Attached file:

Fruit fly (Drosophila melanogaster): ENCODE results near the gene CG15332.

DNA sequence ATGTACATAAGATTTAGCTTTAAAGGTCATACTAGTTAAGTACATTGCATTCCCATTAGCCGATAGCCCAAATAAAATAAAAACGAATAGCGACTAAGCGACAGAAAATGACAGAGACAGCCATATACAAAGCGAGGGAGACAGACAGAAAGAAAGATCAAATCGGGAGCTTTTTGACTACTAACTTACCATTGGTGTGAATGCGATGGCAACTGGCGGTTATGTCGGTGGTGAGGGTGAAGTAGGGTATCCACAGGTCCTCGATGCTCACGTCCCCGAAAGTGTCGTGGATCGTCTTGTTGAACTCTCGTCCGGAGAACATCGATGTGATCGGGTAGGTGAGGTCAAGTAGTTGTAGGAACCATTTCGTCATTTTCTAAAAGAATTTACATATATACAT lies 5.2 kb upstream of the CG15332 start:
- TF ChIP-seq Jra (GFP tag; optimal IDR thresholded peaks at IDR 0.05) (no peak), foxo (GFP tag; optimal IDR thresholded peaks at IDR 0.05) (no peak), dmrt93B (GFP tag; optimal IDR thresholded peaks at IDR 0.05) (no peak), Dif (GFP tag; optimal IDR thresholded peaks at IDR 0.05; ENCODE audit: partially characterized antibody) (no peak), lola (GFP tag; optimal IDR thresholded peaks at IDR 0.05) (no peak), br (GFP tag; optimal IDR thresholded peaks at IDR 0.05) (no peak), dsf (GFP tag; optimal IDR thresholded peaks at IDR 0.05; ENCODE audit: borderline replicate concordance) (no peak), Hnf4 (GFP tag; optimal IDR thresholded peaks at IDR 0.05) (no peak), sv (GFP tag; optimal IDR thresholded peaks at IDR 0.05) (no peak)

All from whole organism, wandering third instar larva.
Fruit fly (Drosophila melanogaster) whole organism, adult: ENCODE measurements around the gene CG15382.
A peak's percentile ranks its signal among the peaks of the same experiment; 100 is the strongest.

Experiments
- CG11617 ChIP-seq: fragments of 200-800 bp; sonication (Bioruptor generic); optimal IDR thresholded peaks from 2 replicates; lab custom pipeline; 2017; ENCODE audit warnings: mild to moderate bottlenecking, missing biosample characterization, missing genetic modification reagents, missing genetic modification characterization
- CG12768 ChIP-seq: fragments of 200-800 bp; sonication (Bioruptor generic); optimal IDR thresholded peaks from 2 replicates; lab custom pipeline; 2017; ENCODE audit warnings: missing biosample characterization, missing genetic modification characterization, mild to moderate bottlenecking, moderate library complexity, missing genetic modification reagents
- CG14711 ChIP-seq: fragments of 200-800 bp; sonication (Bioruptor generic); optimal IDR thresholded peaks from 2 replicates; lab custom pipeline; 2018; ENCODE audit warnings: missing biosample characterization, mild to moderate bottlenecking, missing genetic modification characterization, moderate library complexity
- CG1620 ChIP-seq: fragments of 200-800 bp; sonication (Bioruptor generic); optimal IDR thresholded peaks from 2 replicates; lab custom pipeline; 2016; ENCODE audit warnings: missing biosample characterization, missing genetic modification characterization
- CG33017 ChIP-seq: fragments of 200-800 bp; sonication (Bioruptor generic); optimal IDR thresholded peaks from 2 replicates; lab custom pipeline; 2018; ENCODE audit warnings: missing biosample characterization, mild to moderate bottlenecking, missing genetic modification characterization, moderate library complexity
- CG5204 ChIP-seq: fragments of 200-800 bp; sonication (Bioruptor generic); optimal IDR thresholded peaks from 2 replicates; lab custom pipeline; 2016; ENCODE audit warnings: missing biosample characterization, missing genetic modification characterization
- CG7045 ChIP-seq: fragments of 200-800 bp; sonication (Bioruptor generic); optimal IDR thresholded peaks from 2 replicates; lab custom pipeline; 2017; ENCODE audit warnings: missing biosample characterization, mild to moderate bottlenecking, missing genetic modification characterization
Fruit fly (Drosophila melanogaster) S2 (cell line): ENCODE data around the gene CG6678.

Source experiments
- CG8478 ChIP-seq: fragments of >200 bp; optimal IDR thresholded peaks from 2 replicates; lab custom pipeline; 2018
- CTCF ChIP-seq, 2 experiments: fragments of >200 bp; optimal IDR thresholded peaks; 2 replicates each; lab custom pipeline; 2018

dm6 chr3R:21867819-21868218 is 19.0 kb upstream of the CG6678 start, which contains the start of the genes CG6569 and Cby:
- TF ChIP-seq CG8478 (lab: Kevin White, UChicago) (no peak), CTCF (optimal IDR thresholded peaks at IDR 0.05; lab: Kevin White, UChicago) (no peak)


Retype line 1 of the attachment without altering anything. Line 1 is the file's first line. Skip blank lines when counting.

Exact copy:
Fruit fly (Drosophila melanogaster): ENCODE results near the gene CG15332.